As shutdown drags on, scientists scramble to keep insects, plants and microbes alive

stinkbug
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Three days a week, Don Weber shows up to work at the U.S. Department of Agriculture campus in Beltsville, Md. The parking lot is empty and the hallways are dark. Like other federal facilities across the country, the lab is closed because of the partial government shutdown.

"It's like a ghost town," said Weber, an entomologist.

But he has to perform an important task: feeding the hundreds of insects he raises in his lab, which keep hatching, mating and dying, oblivious to the political showdown in Washington, D.C.

For the brown marmorated stinkbugs, a major crop pest that Weber studies, he supplies a feast of sunflower seeds and organic green beans. The ornately patterned harlequin bugs, on the other hand, prefer home-grown mustard and collard greens.

"Insect rearing is a little bit of an art," he said.

Weber and one other member of his lab at the Beltsville Agricultural Research Center have permission to do limited essential work like caring for their insects, albeit without pay. "So far, we're able to keep enough of our colonies going so that we can start up" as soon as the shutdown ends, he said.

But as the standoff marches through its fourth week, government researchers who study living things face mounting challenges.

On top of the missed paychecks, the canceled trips to scientific conferences and the deadlines that loom despite the forced time off, scientists at the USDA and other have plants, animals, insects and microbes to worry about.

"When the government shuts down, it's not a case of, 'Well, you just turn the lights off and lock the door,' " said Bob Peterson, an entomologist at Montana State University and president of the Entomological Society of America. "You can't do that with living organisms."

Across the country, millions of fish are treading water in hatcheries run by the U.S. Fish and Wildlife Service. At one location, essential staff have scrambled to collect data on behalf of furloughed scientists who are in the midst of a multiyear experiment.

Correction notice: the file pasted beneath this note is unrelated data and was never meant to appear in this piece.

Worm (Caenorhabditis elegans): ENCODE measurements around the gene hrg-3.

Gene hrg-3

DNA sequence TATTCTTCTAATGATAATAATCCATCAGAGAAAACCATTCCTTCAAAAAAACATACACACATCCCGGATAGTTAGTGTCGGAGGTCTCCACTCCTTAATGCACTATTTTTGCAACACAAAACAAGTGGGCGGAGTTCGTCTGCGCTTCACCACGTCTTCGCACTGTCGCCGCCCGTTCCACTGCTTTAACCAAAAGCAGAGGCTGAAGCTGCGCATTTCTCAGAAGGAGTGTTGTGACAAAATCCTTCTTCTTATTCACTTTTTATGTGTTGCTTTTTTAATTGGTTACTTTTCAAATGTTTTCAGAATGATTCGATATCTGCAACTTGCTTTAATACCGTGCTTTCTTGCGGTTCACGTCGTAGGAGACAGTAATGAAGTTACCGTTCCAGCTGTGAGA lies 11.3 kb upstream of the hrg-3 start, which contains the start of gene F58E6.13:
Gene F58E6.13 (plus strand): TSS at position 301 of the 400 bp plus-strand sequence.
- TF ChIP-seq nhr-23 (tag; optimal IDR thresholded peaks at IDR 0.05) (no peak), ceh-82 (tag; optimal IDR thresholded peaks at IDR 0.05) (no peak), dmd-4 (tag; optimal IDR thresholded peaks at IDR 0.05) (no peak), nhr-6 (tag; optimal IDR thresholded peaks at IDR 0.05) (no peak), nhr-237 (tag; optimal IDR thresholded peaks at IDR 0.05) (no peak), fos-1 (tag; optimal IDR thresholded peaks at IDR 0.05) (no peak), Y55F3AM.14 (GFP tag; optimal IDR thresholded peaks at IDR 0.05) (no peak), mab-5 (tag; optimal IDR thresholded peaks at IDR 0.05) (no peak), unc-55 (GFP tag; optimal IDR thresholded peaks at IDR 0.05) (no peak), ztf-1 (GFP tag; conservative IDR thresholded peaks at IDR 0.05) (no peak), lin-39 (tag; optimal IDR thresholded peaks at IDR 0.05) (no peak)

"That can't wait," said an employee who asked not to be identified when speaking publicly about the partial government shutdown. They are doing their best to pick up the slack, but it's a challenge: "We've got our finger in the dam."

Many federal researchers could not be contacted to discuss the shutdown's effect on their work because they cannot check email or answer calls; others declined to go on the record over fear of retaliation.

However, university scientists and former government employees say there is little doubt that the shutdown already has created significant setbacks for federal researchers and their collaborators, especially those who can't simply put their work on hold.

"It's a very big deal," Peterson said. Experiments have been disrupted and months or even years of work put at risk. Some projects already may be ruined. "That's a lot of cost in terms of time and money," he said.

The public ultimately will lose out on useful knowledge, he said. For example, most federal entomology research is aimed at "protecting lives and homes and food."

At the USDA's National Center for Agricultural Utilization Research in Peoria, Ill., a skeletal crew is keeping the ship afloat, said Ashley Maness, president of the local chapter of the American Federation of Government Employees.

Essential staff can go in to and feed insects, she said, but they cannot collect data on experiments that were in progress when the shutdown hit. Maness doesn't know exactly which projects have been affected, but many are time-sensitive.

"People have their plants, and they should be doing something with them right now," she said.

Other researchers are studying a fungus that kills the mosquitoes that transmit Zika virus and dengue fever, and those experiments require careful monitoring of the insects after exposure.

"All that's not happening," Maness said. As the plants and insects in the lab keep progressing through their life cycle, "we are losing lots of research."